Introduction to nova-compute-lxd

LXD is a lightweight container hypervisor for full system containers, unlike Docker and Rocket which is for application containers. This means that the container will look and feel like a regular VM – but will act like a container. LXD uses the same container technology found in the Linux kernel (cgroups, namespaces, LSM, etc). The LXD project has a 2 week development cycle which many more features are coming in the future. Stéphane Graber’s blog post is a very good introduction about LXD.

I have been focusing on LXD with OpenStack integration. In order to facilitate the OpenStack integration with LXD we have created a plugin called nova-compute-lxd (nclxd). The plugin uses the REST API to interact with OpenStack to provide common container operations to OpenStack.  An high level example of how nclxd creates a container is the following:

  1. Download the tarball image from glance.
  2. Untar the tarball image into its own directory.
  3. Create a rootfs of the tarball that have been just created.
  4. Craft the appropriate json needed by the LXD rest api
  5. Tell the LXD daemon to create a container by generating a “put” request.

There is a couple of ways where one can install nclxd and use it with OpenStack:

Installing the plugin from source

The source for nclxd is available via Github. To install the source

git clone

After you have installed the source and configured LXD. You will need to configure the compute driver in your /etc/nova/nova.conf to the following:


and configure LXD, configure OpenStack, and restart the nova-compute service.

Installing from the Ubuntu Archive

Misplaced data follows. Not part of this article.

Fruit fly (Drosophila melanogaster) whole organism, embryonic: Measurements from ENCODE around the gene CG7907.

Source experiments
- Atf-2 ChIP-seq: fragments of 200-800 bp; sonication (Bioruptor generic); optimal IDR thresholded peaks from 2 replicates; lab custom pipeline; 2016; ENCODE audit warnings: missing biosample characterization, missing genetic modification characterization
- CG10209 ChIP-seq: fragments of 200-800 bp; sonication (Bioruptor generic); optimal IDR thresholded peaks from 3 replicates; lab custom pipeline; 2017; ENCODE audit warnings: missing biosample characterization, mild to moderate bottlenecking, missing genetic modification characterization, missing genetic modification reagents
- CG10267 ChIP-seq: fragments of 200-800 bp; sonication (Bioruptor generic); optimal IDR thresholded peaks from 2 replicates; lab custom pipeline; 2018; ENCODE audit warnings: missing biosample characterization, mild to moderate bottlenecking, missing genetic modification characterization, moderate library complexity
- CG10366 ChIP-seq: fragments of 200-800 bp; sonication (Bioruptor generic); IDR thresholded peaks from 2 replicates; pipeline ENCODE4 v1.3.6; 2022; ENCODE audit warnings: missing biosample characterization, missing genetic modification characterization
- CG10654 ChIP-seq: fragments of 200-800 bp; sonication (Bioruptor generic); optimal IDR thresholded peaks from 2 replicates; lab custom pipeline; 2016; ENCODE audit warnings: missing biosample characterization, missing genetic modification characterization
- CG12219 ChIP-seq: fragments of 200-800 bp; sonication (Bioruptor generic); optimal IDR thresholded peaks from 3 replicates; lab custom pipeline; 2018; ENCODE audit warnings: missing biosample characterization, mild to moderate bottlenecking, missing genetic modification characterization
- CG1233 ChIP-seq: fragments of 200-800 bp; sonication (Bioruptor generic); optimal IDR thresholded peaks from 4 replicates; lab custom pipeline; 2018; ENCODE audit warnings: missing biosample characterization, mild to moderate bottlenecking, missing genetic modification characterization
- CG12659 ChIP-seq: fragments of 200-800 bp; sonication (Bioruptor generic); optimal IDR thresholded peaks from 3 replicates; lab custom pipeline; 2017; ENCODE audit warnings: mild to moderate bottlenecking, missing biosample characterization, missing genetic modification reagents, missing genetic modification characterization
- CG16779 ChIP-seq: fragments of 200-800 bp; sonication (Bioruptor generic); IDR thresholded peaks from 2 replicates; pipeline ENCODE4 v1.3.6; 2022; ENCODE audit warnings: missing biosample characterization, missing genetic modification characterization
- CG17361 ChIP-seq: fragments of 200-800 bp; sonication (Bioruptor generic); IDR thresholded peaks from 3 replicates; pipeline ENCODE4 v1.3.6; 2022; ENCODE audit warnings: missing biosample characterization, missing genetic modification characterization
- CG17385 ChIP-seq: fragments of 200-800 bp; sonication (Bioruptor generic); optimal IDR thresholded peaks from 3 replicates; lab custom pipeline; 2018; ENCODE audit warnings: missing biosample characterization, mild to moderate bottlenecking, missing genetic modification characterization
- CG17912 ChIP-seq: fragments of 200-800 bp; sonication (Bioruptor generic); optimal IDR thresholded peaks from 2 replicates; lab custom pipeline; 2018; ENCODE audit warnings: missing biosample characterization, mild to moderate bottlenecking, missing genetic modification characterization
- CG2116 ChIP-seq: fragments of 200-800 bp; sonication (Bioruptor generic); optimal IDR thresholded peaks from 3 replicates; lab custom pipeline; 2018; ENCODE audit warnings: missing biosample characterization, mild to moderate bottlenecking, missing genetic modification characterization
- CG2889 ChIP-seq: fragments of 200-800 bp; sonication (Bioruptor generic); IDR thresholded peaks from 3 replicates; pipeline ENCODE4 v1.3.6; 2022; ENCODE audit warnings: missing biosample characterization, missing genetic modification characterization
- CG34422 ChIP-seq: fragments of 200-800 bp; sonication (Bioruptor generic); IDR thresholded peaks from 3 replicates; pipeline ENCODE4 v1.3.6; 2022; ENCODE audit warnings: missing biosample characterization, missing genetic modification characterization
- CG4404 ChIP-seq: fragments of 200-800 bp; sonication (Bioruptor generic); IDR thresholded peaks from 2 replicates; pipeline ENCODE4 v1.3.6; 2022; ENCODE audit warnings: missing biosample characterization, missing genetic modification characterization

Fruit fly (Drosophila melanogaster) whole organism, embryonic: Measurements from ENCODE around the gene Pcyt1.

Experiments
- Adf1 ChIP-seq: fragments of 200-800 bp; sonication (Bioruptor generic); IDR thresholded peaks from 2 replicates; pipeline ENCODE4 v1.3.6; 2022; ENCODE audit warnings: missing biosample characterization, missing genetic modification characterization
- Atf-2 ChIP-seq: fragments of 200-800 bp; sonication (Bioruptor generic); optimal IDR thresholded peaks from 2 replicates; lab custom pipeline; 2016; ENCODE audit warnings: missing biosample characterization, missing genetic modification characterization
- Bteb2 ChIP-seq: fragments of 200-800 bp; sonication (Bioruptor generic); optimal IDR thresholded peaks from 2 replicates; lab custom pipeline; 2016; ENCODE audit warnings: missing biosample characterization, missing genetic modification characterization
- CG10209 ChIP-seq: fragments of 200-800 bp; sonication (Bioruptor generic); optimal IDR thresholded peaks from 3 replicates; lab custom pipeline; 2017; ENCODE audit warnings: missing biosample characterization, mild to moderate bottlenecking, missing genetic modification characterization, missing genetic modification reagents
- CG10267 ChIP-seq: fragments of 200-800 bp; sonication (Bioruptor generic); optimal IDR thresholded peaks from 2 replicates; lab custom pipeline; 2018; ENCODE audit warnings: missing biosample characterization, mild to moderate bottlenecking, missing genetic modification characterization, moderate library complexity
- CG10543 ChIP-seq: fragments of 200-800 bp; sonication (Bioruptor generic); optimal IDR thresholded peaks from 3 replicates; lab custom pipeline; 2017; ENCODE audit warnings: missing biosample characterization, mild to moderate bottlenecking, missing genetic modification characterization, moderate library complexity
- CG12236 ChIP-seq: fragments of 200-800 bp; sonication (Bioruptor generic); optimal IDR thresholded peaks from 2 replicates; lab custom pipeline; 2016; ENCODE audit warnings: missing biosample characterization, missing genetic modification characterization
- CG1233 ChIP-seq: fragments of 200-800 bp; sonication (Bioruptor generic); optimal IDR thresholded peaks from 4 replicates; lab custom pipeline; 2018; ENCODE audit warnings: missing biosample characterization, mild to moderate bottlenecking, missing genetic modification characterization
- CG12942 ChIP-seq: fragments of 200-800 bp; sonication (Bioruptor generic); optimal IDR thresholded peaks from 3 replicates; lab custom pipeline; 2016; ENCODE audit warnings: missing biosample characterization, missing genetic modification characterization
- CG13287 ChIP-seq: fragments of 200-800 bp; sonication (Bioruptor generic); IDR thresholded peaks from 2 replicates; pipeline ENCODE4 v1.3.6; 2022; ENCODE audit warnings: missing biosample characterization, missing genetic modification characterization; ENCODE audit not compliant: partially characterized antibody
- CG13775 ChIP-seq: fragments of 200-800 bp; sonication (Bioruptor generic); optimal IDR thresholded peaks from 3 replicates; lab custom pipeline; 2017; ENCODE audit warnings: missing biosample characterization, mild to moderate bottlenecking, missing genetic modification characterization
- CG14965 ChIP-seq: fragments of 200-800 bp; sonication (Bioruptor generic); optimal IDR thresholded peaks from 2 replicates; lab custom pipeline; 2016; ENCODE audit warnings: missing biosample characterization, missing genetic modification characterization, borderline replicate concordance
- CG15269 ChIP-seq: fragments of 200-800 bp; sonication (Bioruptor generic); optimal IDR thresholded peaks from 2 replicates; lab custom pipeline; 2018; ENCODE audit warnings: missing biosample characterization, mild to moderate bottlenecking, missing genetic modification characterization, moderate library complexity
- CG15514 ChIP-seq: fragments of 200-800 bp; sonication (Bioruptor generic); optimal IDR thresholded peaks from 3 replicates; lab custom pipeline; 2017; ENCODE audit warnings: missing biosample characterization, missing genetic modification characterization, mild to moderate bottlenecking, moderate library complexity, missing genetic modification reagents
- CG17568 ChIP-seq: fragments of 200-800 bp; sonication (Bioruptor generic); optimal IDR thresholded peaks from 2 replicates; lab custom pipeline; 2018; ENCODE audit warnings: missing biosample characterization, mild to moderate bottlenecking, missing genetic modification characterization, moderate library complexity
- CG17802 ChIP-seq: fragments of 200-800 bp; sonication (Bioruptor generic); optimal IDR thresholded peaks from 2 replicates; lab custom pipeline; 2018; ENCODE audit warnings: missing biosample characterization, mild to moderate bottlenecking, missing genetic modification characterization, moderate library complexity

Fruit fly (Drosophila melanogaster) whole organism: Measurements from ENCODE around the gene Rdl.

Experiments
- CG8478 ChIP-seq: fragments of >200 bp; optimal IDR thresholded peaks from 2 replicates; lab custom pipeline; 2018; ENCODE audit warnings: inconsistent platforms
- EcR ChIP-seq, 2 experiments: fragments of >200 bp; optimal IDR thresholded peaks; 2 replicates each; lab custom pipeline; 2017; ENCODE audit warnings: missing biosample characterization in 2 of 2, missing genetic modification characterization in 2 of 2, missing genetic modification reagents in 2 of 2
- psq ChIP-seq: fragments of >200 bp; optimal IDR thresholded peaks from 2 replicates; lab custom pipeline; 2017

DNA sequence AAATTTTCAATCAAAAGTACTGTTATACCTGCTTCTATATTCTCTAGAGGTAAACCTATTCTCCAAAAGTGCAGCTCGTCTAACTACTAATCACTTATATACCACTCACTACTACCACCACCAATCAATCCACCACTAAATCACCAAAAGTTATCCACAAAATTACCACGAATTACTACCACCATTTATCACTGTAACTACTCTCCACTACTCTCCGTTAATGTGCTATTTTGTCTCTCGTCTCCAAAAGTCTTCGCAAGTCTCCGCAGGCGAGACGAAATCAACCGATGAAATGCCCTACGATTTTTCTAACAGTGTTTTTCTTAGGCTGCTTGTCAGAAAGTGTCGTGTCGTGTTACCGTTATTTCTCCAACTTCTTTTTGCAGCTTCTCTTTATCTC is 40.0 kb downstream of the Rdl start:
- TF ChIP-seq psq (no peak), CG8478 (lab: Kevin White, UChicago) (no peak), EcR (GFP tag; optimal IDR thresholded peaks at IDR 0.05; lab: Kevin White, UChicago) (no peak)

Since nclxd is still configured to be a technology preview, it is not available via the Ubuntu Cloud Archive. However it is available for Ubuntu 15.04. To install it simply run the following command:

sudo apt-get install nova-compute-lxd

Once you have finished installing you will need to configure LXD, configure your nova user to see the LXD daemon and restart your nova-compute service.

Installing via Juju Charms

Installing nclxd via the nova-compute charm is the easiest way to deploy it. In order for you to use nclxd with the charm, the option is simply the following in the nova-compute charm:

virt-type: lxd

Once you have deployed the nova-compute charm with LXD enable, the users with be created with the correct permissions, and nova-compute will just be simply ready for you to use.

Using LXD with Openstack

Once you have finished downloading and configured nclxd you will need to upload an cloud image to the glance server that LXD can use. In order to do that you simply have to do the following:

wget -O vivid-server-cloudimg-amd64-root.tar.gz \ vivid-server-cloudimg-amd64-root.tar.gz
glance image-create --name='lxc' --container-format=bare --disk-format=raw \
< vivid-server-cloudimage-amd64-root.tar.gz

After you upload the image to glance then you will be ready to go. If you have any questions please don’t hesitate to ask on the LXC mailing, #lxcontainers IRC channel on freenode, or contacting me directly. We always love getting bug reports and feedback!


May 1, 2015. Uncategorized.

One Comment

  1. Siddharth Deshpande replied:

    quoting from Stephane Graber’s reply to a comment on his blog post:

    Stéphane Graber says:
    2015/04/22 at 9:05 AM

    Networking can now be configured either directly for a container or for a set of containers through the use of profiles.

    CPU and memory quotas will soon be implemented through the limits.* configuration keys. Until then, you can use the raw.lxc configuration key to pass LXC config snippets (lxc.cgroup.memory.* for example).

    Being able to set CPU/memory etc. restrictions on containers is an essential feature for multi-tenant environments. Any ETA on when this functionality will be available with this plugin, so that these parameters can be directly passed to openstack at container creation time?

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